OPINION: Who is Simon Bridges? It’s a question many New Zealanders genuinely don’t know the answer to.
While Bridges has spent the past week talking to a couple of hundred people in Hawke’s Bay, and business leaders in Auckland, his counterpart has been having high-powered trade and security talks with French President Emmanuel Macron, German Chancellor Angela Merkel, and British Prime Minister Theresa May.
There’s nothing quite like photos of Prime Minister Jacinda Ardern outside No 10 and on the steps of Elysee Palace to remind Bridges of his place in the world.
Opposition leader really is half the fun – no wonder it’s called the worst job in politics – and as Bridges heads to Hawaii on a pre-booked holiday with his family he’ll be plotting how he finds some of that name recognition that Ardern has long enjoyed and continues to build on.
We live in the age of personality politics, and Bridges and Ardern both have problems, just not the same ones.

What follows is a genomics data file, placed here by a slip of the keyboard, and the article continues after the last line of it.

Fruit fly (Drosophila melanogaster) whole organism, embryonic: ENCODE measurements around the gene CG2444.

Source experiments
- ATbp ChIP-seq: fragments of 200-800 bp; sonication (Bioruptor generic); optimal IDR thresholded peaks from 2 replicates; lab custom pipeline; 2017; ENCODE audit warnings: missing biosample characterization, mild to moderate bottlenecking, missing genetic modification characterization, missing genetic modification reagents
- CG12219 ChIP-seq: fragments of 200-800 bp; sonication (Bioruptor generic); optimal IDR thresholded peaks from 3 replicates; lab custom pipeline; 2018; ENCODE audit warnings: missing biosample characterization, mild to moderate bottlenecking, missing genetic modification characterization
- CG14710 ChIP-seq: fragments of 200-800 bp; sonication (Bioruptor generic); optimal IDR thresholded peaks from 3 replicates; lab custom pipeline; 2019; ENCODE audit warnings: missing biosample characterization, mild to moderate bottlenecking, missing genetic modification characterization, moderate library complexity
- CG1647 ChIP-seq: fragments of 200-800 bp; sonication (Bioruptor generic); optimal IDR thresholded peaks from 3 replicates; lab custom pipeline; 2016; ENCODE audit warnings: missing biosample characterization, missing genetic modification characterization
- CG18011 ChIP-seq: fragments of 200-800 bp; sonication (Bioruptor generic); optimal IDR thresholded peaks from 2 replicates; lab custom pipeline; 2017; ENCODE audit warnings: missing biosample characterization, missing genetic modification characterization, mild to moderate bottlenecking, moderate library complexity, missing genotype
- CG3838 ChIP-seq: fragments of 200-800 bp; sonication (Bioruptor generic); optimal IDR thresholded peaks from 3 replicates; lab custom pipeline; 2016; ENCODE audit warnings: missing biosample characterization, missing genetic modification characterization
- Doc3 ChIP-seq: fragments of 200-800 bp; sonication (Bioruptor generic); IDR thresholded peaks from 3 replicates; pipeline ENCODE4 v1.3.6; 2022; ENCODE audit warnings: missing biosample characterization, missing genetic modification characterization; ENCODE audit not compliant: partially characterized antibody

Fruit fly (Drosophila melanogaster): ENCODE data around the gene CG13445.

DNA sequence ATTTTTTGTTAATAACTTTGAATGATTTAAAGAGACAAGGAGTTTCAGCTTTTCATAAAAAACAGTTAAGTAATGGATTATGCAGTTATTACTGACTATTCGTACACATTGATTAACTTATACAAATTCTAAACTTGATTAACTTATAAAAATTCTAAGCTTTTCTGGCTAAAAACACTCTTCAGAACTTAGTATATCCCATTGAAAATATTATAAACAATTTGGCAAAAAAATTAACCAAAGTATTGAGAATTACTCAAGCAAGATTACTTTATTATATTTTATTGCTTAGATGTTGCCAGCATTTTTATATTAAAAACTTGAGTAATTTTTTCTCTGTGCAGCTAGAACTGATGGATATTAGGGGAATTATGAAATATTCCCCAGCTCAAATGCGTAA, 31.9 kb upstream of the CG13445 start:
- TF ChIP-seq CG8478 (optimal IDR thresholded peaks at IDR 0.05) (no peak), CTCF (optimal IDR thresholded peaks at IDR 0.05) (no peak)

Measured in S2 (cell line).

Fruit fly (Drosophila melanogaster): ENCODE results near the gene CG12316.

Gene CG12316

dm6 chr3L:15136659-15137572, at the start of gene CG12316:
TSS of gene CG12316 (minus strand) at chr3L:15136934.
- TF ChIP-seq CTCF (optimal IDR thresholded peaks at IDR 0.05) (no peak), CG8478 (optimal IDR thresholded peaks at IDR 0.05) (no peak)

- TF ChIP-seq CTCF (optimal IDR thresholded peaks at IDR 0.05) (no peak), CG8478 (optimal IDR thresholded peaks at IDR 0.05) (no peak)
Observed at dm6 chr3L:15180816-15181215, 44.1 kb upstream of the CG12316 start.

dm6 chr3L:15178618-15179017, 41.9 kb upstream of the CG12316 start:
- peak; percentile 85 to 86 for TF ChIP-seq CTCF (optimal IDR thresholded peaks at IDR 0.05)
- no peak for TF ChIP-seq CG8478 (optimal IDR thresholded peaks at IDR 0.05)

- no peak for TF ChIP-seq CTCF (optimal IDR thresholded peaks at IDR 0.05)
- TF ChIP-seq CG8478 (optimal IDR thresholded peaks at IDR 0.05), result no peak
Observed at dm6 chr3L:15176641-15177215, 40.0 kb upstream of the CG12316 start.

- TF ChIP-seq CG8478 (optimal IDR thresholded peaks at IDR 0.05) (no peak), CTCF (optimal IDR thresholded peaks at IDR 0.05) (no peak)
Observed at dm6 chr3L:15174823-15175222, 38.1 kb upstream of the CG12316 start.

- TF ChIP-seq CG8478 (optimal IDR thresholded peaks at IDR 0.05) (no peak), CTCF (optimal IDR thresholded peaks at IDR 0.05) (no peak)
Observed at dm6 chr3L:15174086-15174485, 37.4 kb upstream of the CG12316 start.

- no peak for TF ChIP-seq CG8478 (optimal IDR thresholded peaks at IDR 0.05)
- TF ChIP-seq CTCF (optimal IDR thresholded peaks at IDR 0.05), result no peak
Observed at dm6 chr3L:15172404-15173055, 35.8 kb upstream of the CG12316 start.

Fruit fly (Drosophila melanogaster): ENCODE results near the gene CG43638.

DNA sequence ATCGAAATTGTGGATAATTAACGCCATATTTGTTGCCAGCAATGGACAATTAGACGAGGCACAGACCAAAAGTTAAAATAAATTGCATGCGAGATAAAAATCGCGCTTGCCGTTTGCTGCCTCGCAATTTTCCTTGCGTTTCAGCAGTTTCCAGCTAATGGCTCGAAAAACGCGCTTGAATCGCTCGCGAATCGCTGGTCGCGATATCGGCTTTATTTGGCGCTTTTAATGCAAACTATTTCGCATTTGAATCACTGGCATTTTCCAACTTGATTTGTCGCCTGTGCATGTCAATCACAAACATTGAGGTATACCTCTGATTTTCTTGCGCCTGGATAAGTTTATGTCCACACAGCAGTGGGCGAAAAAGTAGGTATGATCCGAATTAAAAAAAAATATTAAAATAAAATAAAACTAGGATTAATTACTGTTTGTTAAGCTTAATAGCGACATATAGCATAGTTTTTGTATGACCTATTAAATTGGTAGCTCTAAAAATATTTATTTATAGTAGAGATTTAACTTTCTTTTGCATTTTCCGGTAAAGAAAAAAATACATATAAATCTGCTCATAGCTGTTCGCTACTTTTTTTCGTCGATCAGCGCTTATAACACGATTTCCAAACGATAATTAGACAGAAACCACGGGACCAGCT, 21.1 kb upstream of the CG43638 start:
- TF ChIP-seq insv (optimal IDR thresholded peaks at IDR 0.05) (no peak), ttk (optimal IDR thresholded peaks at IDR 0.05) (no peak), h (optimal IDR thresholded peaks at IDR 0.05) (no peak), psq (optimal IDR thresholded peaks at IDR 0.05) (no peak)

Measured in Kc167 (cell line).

Based on the latest poll, Ardern’s personal brand is relatively intact, while her party dropped five percentage points.
Bridges, however, is sat in Opposition, with his party of 56 MPs in first place in the polls on 44 per cent, but voters aren’t too sure about him leading the country.
If Labour isn’t already having kittens, they will be when they realise National’s internal polling saw the Opposition hit 50 this week.
Ironically, the reason Bridges has so little name recognition is probably in part because of the role played by his former colleague Steven Joyce – the same guy who was left little choice but to move on from politics when Bridges won the leadership.
Bridges followed Joyce’s steps into communications, transport and economic development ministerial roles but, because Joyce had so much influence and power as both John Key and Bill English’s right-hand man, Bridges was only ever a behind-the-scenes man.
Joyce, Key and English have all moved on, and Bridges has no plans to run a leadership model where one person wields as much power as Joyce did.